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We'd be hard pressed to get Chibots to participate in running a Robotics Convention as this is a very time consuming task. Attending is one thing, running is another. Right now our main focus is on getting more members building robots.

Chibots has instituted a "focus contest" hopefully starting this Sunday. In this contest, most of the 3 hours we spend once a month in meetings will be used for actual build sessions leveraging the more experienced builders when the less experienced builders have questions. This also helps out in contest participation as everyone is in the same boat and the comradery tends to help keep things moving.

Oh n by the way…
Too bad I ran across this bug now. We could have purchased a couple and had them on display at the competition, got a pre order going! Thats not bad markup on it either. Id go 15.00 each, but depends on how big etc…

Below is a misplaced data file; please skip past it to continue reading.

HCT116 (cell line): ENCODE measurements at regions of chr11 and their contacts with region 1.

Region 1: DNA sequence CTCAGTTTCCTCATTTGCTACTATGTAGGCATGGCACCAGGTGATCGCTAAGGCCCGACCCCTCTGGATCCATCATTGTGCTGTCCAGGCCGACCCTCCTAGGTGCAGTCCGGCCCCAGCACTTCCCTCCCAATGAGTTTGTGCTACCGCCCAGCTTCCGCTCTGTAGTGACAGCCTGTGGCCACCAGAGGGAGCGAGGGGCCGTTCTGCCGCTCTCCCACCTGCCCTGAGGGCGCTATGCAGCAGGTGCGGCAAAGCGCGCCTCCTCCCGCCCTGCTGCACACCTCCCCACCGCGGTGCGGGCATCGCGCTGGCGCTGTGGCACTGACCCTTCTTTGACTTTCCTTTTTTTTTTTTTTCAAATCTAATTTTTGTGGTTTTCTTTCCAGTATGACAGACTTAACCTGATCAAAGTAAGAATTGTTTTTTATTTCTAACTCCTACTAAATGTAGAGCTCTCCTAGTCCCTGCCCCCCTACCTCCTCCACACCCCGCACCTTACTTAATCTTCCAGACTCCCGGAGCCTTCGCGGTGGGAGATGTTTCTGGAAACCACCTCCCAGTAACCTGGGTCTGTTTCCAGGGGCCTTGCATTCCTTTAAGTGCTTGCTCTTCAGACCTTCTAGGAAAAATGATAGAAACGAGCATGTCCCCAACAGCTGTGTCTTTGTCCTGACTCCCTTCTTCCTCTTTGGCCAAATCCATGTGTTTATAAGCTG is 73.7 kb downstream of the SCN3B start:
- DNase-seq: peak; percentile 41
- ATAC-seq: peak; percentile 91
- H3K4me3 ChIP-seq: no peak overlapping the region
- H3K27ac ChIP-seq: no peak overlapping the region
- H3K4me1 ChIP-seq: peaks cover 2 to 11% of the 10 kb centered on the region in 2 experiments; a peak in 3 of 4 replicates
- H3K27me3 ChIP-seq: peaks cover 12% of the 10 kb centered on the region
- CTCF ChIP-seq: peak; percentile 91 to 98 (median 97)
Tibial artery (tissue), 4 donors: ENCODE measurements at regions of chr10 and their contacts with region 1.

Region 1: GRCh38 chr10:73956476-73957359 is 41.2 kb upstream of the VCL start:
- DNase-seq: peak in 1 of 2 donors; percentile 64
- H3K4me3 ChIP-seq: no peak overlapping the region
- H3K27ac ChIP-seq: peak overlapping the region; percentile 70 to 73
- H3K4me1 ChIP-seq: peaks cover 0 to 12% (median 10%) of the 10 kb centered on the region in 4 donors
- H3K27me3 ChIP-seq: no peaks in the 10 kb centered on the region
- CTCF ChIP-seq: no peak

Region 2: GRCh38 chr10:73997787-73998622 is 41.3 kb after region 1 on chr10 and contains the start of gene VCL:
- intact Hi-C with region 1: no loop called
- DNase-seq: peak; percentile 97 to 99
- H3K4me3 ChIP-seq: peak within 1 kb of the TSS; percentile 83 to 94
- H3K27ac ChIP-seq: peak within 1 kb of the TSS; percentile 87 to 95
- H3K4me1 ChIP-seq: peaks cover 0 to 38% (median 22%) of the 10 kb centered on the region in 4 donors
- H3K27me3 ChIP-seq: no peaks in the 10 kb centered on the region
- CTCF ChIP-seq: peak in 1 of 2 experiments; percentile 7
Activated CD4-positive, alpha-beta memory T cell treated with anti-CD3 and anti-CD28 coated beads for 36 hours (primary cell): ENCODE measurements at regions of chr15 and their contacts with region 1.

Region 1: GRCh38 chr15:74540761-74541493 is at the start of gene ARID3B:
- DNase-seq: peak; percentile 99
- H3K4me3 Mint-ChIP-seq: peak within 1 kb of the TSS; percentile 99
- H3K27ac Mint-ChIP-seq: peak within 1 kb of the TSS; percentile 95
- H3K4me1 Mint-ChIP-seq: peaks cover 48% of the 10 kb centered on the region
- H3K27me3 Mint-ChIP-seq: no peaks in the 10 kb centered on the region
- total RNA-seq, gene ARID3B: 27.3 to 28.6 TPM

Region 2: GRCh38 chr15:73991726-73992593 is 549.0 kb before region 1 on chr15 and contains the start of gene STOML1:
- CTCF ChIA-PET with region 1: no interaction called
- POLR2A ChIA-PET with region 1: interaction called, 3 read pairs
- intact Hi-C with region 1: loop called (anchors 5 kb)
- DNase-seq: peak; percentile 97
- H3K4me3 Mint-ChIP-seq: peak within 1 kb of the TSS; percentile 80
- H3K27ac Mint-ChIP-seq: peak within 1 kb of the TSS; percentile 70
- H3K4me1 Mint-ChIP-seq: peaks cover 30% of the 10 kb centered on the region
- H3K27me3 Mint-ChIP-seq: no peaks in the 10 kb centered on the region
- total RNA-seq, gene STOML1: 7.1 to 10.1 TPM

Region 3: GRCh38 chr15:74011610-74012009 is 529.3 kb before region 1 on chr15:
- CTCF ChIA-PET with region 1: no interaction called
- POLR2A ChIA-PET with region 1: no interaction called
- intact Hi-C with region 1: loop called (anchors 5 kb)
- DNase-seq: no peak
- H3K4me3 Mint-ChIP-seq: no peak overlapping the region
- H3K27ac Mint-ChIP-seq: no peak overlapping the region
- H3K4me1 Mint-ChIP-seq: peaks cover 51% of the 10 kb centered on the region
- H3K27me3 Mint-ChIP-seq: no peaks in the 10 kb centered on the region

I have posted a zip file that contains some pictures of my robot, the programs it used, and the building plans for it in a MLcad file. Download the file here :lego files

The Robo O-Games - FINAL Rules, dated November 26, 2007, have been posted on the Wiki. Also posted is a PDF file that documents what Rules have been changed, the changes made to those Rules, and Commentary regarding a selected number of Rules.

Multiple tasks?
jkjellmanjkjellman 26 Nov 2007 16:23
in discussion Programming / RIS 2.0 » Multiple tasks?

Hello all,

What my question to the group is, has anyone used multiple tasks to get a job done? I would like to hear about your experiences.

While I am not too fond of the RIS 2.0 graphic programming metaphor (I program in "syntax based" languages like C for a living ;-) I still find myself using it. Mainly I use RIS 2.0 when I wait too long to program a robot for a contest and end up having to whip something together quickly. The syntax based languages like RobotC, while faster and more precise, require more debugging than RIS programs in general.